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Five games we could really Kinect with


Jan 16
// Conrad Zimmerman
Kinect, as it stands right now, is a "pretty cool" thing. As a supplement to the general operation of an Xbox 360, it's hard for me to imagine living without it now that it's in my home. As an accessory designed for the purpo...
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The King of All Cosmos is as awesome as your principal


Jan 14
// Hamza CTZ Aziz
And this is the premise behind Touch My Katamari. The King of All Cosmos must prove that he is awesomer than that little kid's school principal. At least that's what I hope the premise is really all about, because that would...
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Touch My Katamari trailer: Goro the Slacker is a gamer


Dec 20
// Dale North
Goro is...well, he's a lot like me. He's a gamer, slacker, and internet addict, though my head quite isn't as long as his. You'll see in this new trailer for upcoming Vita game Touch My Katamari that during one of his strugg...

Preview: Touch My Katamari

Dec 12 // Samit Sarkar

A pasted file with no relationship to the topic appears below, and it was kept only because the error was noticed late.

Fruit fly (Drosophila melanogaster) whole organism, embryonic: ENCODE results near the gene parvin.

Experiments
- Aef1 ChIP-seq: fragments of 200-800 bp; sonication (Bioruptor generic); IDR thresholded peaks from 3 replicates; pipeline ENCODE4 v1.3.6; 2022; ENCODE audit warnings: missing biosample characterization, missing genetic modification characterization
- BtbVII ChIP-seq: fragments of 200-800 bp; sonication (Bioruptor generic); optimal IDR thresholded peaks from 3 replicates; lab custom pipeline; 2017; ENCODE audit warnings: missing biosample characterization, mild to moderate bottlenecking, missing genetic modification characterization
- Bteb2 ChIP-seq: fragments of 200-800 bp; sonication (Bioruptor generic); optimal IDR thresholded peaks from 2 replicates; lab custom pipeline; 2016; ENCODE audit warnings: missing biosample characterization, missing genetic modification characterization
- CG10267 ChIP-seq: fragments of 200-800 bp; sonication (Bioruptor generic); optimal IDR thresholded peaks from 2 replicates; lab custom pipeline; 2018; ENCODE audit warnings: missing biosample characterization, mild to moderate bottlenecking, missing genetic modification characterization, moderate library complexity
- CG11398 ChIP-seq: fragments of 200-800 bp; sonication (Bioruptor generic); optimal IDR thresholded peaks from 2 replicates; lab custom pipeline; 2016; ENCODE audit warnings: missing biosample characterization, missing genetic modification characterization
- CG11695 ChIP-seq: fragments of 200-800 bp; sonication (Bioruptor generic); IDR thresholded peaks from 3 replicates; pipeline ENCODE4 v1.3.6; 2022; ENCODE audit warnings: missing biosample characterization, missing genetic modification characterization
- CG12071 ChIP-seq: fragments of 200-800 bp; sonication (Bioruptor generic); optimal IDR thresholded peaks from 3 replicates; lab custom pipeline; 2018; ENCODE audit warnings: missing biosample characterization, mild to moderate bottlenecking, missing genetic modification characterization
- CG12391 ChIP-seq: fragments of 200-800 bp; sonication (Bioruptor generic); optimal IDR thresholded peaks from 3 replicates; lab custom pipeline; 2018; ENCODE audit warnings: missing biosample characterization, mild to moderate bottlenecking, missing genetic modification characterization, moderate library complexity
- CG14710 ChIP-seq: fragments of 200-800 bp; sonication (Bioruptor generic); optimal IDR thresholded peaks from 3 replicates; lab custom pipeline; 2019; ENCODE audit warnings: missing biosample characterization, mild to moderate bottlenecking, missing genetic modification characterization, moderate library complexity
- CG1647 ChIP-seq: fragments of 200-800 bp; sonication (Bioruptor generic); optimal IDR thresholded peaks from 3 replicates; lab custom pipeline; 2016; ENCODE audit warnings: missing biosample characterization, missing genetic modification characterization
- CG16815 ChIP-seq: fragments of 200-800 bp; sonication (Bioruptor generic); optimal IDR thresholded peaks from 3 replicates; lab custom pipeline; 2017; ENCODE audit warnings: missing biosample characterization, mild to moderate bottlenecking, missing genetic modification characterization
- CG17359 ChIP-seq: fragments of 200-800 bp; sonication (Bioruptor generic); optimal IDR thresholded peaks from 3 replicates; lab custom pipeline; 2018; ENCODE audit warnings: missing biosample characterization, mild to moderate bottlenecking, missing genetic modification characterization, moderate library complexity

Touch My Katamari (PlayStation Vita) Developer: Namco Bandai Publisher: Namco Bandai Release: December 17, 2011 (JP) / February 22, 2012 (NA, EU) Namco has released Katamari games for the PSP and iOS, but they’ve suffered from a lack of dual-stick controls. Touch My Katamari is the first handheld title in the series to be released on a platform with two analog sticks, and it’s great to bring the feel of the console games to a portable device. You can also move The Prince around with the Vita’s front touchscreen, and it’s ideal for menu navigation, but I prefer the sticks for gameplay. Touch My Katamari is also the first Katamari game to tweak the now-familiar gameplay mechanic of rolling up everything in sight into a ball of ever-increasing size. Now, you can horizontally stretch the Prince’s katamari into a rolling-pin-like form, or squeeze it into a disc-like figure. These aren’t merely aesthetic changes: altering the katamari’s shape allows the Prince to reach areas he might have been previously unable to access, or roll up objects more easily. I played in a messy bedroom, and by stretching my katamari, I was able to roll underneath a low desk to pick up some junk that was lying underneath. The rolling pin also cuts a wider swath across open areas, allowing you to pick up more items in a single pass. With the Ferris wheel shape, I could fit my katamari into a narrow gap; the katamari also moves up and down ramps more quickly like this. To stretch, you put your fingers in the middle of the Vita’s rear touchpad and pull them apart; to squeeze, you make the opposite motion. Double-tapping the touchpad resets your katamari to its original spheroid shape. The gestures are simple, and I found the pad to be responsive. I didn’t get to play more than one stage, so I can’t say for sure if the overall level design actually makes these gameplay changes meaningful, but they made a difference in the cluttered bedroom. Playing through stages earns candy, the game’s currency; you can use it to buy stuff for the King and unlock new modes as well as music. (The music, by the way, is as delightfully zany and catchy as ever.) The game also utilizes the Vita’s location-based “Near” functionality, allowing you to exchange information such as high scores with other players in your area. Beating their scores gives you extra candy, and who doesn’t love that?